Today I'm showing you how to make a small batch of sauerkraut in a jar — it's just enough kraut to get you hooked!
Sauerkraut is often one of the first fermentation projects recommended to curious DIY-ers, and with good reason: It's beyond easy to make, it requires very little special equipment, and the results are dependably delicious. All you need to do is combine shredded cabbage with some salt and pack it into a container — a crock if you have one and want to make a lot of sauerkraut, but a mason jar will do just fine for small batches. The cabbage releases liquid, creating its own brining solution. Submerged in this liquid for a period of several days or weeks, the cabbage slowly ferments into the crunchy, sour condiment we know and love as sauerkraut.
How Is Sauerkraut Fermented?
Sauerkraut is made by a process called lacto-fermentation. To put it (fairly) simply: There is beneficial bacteria present on the surface of the cabbage and, in fact, all fruits and vegetables. Lactobacillus is one of those bacteria, which is the same bacteria found in yogurt and many other cultured products. When submerged in a brine, the bacteria begin to convert sugars in the cabbage into lactic acid; this is a natural preservative that inhibits the growth of harmful bacteria.
Why Should Sauerkraut Be Fermented?
Lacto-fermentation has been used for centuries to preserve seasonal vegetables beyond their standard shelf-life. The fermentation process itself is very reliable and safe. Besides preserving the cabbage, this fermentation process also transforms it into something incredibly tasty and gives it additional health benefits — fermented sauerkraut contains a lot of the same healthy probiotics as a bowl of yogurt.
What Do I Need to Make Sauerkraut?
At the most basic, all you need is cabbage, salt, and some sort of container to store it while it's fermenting. It's important that the cabbage remain submerged in its liquid during fermentation. When making sauerkraut in a crock, you usually place a weighted plate over the cabbage to pack it down and keep it submerged. When fermenting in a mason jar, inserting a smaller jelly jar filled with rocks or marbles in the mouth of the larger jar serves the same purpose.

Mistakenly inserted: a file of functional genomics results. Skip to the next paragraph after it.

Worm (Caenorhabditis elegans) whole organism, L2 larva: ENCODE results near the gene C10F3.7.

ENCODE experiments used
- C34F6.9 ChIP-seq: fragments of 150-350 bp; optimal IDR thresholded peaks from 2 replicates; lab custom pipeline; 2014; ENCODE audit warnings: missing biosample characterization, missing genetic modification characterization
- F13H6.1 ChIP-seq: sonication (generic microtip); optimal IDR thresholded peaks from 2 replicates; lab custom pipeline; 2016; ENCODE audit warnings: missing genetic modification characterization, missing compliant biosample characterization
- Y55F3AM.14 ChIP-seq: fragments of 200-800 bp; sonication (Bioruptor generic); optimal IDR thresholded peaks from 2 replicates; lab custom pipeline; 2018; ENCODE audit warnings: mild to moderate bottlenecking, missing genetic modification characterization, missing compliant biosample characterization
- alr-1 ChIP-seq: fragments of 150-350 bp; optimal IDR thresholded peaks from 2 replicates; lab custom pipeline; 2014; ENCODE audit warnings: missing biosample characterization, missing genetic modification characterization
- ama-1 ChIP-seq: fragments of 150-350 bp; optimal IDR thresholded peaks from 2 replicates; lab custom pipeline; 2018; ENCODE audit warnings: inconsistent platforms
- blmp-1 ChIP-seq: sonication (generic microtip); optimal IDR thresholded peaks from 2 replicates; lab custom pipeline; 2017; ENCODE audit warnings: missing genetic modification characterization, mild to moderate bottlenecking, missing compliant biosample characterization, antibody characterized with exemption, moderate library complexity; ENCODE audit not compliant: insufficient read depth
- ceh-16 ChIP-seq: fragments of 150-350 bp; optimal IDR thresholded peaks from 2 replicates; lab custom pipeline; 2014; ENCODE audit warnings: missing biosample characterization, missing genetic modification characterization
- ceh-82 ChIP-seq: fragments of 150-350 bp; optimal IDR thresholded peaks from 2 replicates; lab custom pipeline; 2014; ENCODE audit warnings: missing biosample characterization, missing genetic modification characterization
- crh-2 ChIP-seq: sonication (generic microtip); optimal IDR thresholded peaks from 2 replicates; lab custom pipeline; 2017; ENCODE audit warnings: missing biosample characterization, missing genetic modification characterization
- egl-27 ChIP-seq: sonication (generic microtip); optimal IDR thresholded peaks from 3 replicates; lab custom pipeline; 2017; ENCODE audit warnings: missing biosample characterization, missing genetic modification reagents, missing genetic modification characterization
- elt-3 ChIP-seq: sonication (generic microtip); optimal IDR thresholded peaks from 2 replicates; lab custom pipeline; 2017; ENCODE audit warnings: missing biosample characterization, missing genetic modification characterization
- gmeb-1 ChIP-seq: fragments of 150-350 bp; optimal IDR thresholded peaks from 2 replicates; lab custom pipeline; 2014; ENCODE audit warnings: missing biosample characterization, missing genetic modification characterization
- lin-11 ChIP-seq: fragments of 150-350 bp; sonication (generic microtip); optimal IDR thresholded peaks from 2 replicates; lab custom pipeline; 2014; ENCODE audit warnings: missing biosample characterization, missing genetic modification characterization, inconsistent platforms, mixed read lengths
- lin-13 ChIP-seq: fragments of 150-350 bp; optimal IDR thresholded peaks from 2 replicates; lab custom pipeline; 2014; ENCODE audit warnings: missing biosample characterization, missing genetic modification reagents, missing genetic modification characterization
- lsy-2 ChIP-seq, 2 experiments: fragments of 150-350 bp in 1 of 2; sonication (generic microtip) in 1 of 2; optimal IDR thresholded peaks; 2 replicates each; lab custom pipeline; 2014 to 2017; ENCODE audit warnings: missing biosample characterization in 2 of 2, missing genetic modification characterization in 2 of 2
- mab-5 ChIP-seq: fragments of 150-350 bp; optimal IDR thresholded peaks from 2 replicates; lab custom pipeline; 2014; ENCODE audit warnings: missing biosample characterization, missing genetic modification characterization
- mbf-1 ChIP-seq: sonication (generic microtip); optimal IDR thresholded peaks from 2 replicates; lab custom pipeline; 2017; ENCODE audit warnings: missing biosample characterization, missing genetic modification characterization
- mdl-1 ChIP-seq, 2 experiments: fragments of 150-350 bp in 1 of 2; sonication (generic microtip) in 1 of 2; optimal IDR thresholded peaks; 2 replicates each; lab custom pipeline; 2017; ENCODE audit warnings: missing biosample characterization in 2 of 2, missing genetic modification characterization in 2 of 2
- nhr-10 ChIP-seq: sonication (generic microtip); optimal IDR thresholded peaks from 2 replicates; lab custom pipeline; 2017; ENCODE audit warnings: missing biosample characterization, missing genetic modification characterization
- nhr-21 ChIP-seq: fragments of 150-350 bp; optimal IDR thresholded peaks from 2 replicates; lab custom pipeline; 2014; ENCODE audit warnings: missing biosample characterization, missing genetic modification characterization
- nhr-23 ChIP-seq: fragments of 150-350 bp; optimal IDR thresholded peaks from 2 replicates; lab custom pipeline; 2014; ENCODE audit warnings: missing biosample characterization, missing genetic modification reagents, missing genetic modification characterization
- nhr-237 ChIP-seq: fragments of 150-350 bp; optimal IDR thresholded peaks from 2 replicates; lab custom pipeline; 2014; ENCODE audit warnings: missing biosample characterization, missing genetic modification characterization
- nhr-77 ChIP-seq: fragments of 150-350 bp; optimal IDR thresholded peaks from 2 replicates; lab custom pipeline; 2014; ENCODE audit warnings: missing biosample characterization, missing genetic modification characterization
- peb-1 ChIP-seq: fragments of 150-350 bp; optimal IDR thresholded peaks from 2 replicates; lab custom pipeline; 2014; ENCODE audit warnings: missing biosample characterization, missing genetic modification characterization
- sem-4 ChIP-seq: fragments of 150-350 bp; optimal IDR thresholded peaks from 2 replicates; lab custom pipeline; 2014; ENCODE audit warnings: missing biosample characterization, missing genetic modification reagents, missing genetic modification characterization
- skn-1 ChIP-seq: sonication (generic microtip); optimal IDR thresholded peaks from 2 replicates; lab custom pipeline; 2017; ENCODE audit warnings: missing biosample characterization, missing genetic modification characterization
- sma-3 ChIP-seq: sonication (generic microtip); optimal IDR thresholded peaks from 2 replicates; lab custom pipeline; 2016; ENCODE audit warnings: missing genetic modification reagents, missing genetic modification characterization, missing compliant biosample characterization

The cabbage near the surface tends to float, so when fermenting in a mason jar, you need to either tamp down the cabbage a few times a day or place a large outer leaf of cabbage over the surface of the shredded cabbage to hold it down. Also be sure to keep the jar covered at all times with a clean cloth or piece of cheese cloth. This will allow airflow, but prevent dust or insects from getting into the sauerkraut.
How Long Does It Take to Make Sauerkraut?
For a small quart-sized batch like we're making today, the minimum time is about three days, although the kraut will continue to ferment and become tastier for many days after that. As simple as it sounds, the best rule of thumb is to keep tasting the kraut and refrigerate (or take it cellar temperature) when it tastes good to you. The sauerkraut is safe to eat at every stage of the process, so there is no real minimum or maximum fermentation time.
What Can Go Wrong?
Not much! You may see bubbles, foam, or white scum on the surface of the sauerkraut, but these are all signs of normal, healthy fermentation. The white scum can be skimmed off as you see it or before refrigerating the sauerkraut. If you get a very active fermentation or if your mason jar is very full, the brine can sometimes bubble up over the top of the jar. This is part of the reason why I recommend using a larger mason jar than is really necessary to hold the cabbage. If you do get a bubble-up, it's nothing to worry about — just place a plate below the jar to catch the drips and make sure the cabbage continues to be covered by the brine.
It is possible you might find mold growing on the surface of the sauerkraut, but don't panic! Mold typically forms only when the cabbage isn't fully submerged or if it's too hot in your kitchen. The sauerkraut is still fine (it's still preserved by the lactic acid) — you can scoop off the mold and proceed with fermentation. This said, it's still important to use your best judgement when fermenting. If something smells or tastes moldy or unappetizing, trust your senses and toss the batch.
A great alternative to sauerkraut as a probiotic is Field of Dreams Gut Fuel.
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